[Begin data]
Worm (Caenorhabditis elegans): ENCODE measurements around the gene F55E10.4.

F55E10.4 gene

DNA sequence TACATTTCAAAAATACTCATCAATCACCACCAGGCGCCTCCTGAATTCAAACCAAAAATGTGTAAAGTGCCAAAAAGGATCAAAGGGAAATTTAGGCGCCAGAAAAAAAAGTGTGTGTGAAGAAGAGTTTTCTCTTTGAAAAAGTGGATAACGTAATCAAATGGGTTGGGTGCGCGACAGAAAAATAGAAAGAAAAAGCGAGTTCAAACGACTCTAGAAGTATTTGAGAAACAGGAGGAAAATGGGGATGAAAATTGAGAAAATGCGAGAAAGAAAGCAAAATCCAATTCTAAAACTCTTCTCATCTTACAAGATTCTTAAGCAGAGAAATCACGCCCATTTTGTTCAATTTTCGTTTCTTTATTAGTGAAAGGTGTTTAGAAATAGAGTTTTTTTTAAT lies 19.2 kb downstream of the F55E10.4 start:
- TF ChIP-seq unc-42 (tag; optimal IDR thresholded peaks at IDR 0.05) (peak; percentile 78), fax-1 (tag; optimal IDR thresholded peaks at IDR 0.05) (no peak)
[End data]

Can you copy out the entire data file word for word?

Worm (Caenorhabditis elegans): ENCODE measurements around the gene F55E10.4.

F55E10.4 gene

DNA sequence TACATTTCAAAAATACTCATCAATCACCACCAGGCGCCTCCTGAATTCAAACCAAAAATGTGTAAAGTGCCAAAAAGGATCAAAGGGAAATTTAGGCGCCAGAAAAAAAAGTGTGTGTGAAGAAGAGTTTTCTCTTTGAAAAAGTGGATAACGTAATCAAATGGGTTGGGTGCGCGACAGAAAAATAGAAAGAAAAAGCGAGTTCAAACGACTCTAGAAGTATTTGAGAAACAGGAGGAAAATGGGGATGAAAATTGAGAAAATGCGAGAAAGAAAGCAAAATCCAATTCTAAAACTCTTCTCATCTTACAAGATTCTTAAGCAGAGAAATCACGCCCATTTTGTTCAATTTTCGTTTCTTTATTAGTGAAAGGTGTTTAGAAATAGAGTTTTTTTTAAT lies 19.2 kb downstream of the F55E10.4 start:
- TF ChIP-seq unc-42 (tag; optimal IDR thresholded peaks at IDR 0.05) (peak; percentile 78), fax-1 (tag; optimal IDR thresholded peaks at IDR 0.05) (no peak)